A Cat Tail   Leave a comment

“And what are you going to name your kitten?” my mom asked.  I was 6-years-old and my begging for a kitten had finally paid off.  We had just brought home this little orange ball of fluff.  He was six-weeks-old and the only one of a litter of kittens that was not being given away for free.  The seller wanted ten dollars for this kitten because he was special.  He had six toes on each of his front feet and was a “mitten-paw.”

“Fluffy!” I announced.

The name Fluffy suited this little kitten well.  He was a big hit at Halloween a couple of days later as I went to the door to greet the neighborhood goblins and witches with my kitten in my arms.  Many trick-or-treaters wanted to put him in their goody bags and take him home!  But I was the lucky girl.  Fluffy was mine!

Neither of my parents was an experienced cat owner.  Following the custom of the day, this kitten was allowed outside to roam wherever he wanted.  As he grew into adulthood as an unneutered tom, he came home with injuries related to his fighting with other cats.  On a couple different occasions, he suffered bites to the head and neck, resulting in abscess development.  One night, one of these abscesses ruptured and sent yucky pus spewing all over the lower kitchen cabinets.  And still he roamed.

He was probably not even two years old when one of his fighting episodes resulted in an abscess which entirely circled his tail about four inches from his rump.  This time, my mom took him to the vet who said that the tail needed to be amputated above the abscess to get rid of the damaged tissue.  I cried at the prospect of my cat losing his tail, but my parents explained that either the tail got cut off or the cat may die.  Fluffy came home from the vet in a day or so with about a three-inch stump of a tail all bandaged in white gauze.  While he was under anesthesia, he was also finally neutered.

This was his last trip to the vet in his lifetime.  He roamed.  He had fleas and surely intestinal parasites.  He came in to eat and spent most of his nights indoors, confined to the basement during the night-time hours.  He wasn’t allowed on the furniture and seldom received any “snuggle time.”


Easter Sunday 1966

I overheard my mother say to a neighbor when I was 11 or 12 that she let him outside to roam, hoping that one day something would happen to him and he wouldn’t come home.  But he always did.

One night, he became the brunt of my father’s uncontrolled anger and was thrown down the basement stairs where he hit the concrete floor.  My mother said that Fluffy didn’t get up for a while and she had feared that my father had badly hurt or killed him.  He did get up, and I didn’t find out about this until years after it occurred.   I felt terrible when I learned that an animal had been treated like this in our home!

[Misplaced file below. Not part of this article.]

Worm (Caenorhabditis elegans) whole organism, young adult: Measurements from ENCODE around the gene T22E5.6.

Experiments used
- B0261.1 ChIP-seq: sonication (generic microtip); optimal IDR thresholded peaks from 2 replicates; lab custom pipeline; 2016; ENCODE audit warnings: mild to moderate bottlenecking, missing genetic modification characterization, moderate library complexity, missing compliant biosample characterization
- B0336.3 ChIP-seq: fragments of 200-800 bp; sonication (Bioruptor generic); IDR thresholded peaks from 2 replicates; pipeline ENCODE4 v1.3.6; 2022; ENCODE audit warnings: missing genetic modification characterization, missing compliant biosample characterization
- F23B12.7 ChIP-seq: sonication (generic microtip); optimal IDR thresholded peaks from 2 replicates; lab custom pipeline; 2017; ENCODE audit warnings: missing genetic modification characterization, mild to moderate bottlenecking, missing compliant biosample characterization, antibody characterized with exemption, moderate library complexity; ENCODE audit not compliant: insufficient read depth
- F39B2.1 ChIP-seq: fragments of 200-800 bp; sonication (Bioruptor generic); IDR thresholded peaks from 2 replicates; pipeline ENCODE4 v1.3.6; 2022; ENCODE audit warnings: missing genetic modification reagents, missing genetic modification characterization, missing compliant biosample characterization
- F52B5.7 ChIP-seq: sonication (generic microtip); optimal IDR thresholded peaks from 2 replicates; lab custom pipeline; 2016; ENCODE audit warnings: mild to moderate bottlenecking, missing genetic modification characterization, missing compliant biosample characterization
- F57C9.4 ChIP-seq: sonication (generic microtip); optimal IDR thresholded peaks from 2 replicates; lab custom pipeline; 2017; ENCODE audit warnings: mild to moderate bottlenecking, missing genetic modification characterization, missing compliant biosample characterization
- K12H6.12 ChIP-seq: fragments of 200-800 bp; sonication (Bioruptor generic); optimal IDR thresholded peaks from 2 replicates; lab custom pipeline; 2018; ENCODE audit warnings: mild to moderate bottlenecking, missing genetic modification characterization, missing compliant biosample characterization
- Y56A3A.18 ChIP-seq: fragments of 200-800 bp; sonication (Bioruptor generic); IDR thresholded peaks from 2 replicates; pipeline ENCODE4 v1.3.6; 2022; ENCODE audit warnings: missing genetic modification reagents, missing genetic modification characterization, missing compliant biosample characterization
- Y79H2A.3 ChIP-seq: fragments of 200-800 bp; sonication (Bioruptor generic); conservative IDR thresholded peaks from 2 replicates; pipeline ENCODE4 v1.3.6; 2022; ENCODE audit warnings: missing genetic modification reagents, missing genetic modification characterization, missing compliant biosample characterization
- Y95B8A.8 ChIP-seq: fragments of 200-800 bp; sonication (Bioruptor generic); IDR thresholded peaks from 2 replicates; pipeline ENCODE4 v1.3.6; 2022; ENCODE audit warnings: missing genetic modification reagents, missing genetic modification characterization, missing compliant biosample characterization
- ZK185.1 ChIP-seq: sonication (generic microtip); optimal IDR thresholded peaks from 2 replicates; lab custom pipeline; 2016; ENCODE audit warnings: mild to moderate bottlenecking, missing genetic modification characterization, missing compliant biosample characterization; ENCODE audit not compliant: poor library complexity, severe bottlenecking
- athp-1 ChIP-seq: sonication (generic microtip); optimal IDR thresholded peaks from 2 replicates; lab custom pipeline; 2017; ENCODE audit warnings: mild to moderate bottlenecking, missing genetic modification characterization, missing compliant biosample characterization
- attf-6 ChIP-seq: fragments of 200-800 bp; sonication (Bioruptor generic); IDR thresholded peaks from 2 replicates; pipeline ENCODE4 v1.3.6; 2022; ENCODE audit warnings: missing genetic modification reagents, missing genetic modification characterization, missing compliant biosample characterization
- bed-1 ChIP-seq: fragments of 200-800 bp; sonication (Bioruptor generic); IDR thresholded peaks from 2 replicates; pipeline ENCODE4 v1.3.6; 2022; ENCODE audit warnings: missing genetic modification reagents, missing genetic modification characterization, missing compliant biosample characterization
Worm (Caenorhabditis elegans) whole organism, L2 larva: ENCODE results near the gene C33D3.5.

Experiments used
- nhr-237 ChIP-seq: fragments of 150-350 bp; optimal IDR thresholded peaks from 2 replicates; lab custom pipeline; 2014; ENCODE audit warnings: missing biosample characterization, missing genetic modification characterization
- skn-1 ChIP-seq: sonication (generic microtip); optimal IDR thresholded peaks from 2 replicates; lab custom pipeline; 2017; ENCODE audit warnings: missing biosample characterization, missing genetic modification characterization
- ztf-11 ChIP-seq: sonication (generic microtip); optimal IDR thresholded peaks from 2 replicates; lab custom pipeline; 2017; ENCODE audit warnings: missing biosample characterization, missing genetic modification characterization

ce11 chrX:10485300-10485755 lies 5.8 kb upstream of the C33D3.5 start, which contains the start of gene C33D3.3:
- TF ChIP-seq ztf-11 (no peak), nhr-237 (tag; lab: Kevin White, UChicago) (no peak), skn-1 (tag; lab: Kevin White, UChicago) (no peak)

He was a tough streetwise guy, able to fend for himself.  The name Fluffy no longer seemed to suit a scruffy tom with a three-inch tail.  It fact, it was downright laughable.  When I was around 13, I started calling him Ralph.  It was a much better name, although he didn’t care what anyone called him as long as he had a roof over his head when he needed to come in out of the rain and the cold.  Under that roof, he could find a couple of cans of daily 9-Lives and a place to snooze.

In January 1972, my father moved out of our home and I went to live with him in an apartment.  I was in high school, a teenager, and just assumed that my mom would take care of Ralph in the home where he had always lived.  It never occurred to me that she wouldn’t.  I visited my mom and always asked about Ralph, spending some time with him if he was around.  In the spring of 1973, I went to visit my mom one evening and looked around for Ralph.  I didn’t see him.  “Where’s Ralph?” I asked.

My mom hesitated for a few seconds before saying, “I took him to the pound.”  Upon my horrified expression, she added, “I couldn’t afford to feed him.”


At the Piano 1968

I was broken-hearted and outraged.  She couldn’t afford less than half-a-buck a day to feed him?  Cat food was ten cents a can in those days.  And why didn’t she tell me that she was planning to get rid of him?  I would have done anything I could have to prevent that poor 11-and-a-half-year-old cat from ending up at the “pound.”  I would have paid “cat support” or found a way to take him.

I asked when she had done that and she said that it had been several weeks earlier – too late to try to rescue him.  “Maybe someone adopted him,” she said.  “Maybe someone wanted him because of those mitten paws.”

And maybe pigs will fly, I thought.  He was an 11-year-old scruffy tomcat with a lopped-off tail, not a cute little fluffy kitten.  More likely than not, he went to his death there as an unadoptable cat.

He didn’t deserve that.  He was dealt a fairly mediocre hand in life as a member of our household.  It still breaks my heart, and I hope that some kind soul felt sorry for him and took him home from the “pound,” but I’ll never know.  I wish that I had had more of a sense of responsibility for him and tried to take better care of him, but I was a kid.  I still weep when I think about this sad ending.

I saw a little kitten about three-months-old last summer.  He had been taken in by St. Francis of Assisi Animal Rescue after being found out in a rain storm when he was about six-weeks-old.  He was an orange tabby and he had big mitten paws.  He was at his first pet adoption fair held at a local PetsMart.  I held him and fell in love with him.  We paid the adoption fee.

“What are you going to name your new kitten?” the rescue volunteer asked me.

“Ralphie,” I replied and held him to my heart.


Posted March 18, 2013 by StPaulieGrrl in cats, Family of Origin

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